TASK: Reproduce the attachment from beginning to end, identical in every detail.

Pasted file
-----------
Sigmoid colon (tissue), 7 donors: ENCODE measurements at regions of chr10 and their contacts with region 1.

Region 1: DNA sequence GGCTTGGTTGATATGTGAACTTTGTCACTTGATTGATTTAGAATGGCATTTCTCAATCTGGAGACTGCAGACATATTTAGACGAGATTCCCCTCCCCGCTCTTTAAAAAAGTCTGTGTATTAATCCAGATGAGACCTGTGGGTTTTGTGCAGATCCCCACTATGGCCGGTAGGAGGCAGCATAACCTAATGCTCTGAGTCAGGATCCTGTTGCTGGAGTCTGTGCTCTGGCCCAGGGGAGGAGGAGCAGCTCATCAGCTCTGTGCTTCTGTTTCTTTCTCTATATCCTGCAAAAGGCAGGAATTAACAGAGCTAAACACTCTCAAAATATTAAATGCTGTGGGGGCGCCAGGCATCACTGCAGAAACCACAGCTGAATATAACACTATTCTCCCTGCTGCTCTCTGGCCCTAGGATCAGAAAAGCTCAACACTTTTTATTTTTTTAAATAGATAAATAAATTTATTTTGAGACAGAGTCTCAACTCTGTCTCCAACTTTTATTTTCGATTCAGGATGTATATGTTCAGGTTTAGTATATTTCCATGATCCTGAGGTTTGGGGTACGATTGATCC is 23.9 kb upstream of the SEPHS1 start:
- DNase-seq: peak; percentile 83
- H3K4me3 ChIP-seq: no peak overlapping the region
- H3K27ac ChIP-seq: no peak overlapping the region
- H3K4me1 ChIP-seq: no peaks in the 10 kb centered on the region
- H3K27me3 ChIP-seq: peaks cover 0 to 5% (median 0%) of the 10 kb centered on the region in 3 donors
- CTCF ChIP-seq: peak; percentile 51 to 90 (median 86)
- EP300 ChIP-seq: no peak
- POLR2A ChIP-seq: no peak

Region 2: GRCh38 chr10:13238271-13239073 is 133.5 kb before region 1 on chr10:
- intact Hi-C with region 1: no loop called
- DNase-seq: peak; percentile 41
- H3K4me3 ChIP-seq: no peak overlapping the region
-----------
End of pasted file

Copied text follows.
Sigmoid colon (tissue), 7 donors: ENCODE measurements at regions of chr10 and their contacts with region 1.

Region 1: DNA sequence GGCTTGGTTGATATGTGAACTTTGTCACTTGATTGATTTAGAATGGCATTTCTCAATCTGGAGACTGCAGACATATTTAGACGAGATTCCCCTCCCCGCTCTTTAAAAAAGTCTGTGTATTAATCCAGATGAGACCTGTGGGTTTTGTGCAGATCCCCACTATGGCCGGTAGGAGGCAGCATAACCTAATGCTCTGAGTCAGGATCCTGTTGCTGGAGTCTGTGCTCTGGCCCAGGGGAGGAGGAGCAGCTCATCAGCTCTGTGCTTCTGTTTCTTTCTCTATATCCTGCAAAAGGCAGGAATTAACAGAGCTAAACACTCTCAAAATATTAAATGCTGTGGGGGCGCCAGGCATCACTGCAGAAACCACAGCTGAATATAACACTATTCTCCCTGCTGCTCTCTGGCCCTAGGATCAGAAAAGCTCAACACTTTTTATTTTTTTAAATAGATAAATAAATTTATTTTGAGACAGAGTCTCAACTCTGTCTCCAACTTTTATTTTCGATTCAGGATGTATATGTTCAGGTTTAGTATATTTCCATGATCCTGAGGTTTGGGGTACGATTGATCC is 23.9 kb upstream of the SEPHS1 start:
- DNase-seq: peak; percentile 83
- H3K4me3 ChIP-seq: no peak overlapping the region
- H3K27ac ChIP-seq: no peak overlapping the region
- H3K4me1 ChIP-seq: no peaks in the 10 kb centered on the region
- H3K27me3 ChIP-seq: peaks cover 0 to 5% (median 0%) of the 10 kb centered on the region in 3 donors
- CTCF ChIP-seq: peak; percentile 51 to 90 (median 86)
- EP300 ChIP-seq: no peak
- POLR2A ChIP-seq: no peak

Region 2: GRCh38 chr10:13238271-13239073 is 133.5 kb before region 1 on chr10:
- intact Hi-C with region 1: no loop called
- DNase-seq: peak; percentile 41
- H3K4me3 ChIP-seq: no peak overlapping the region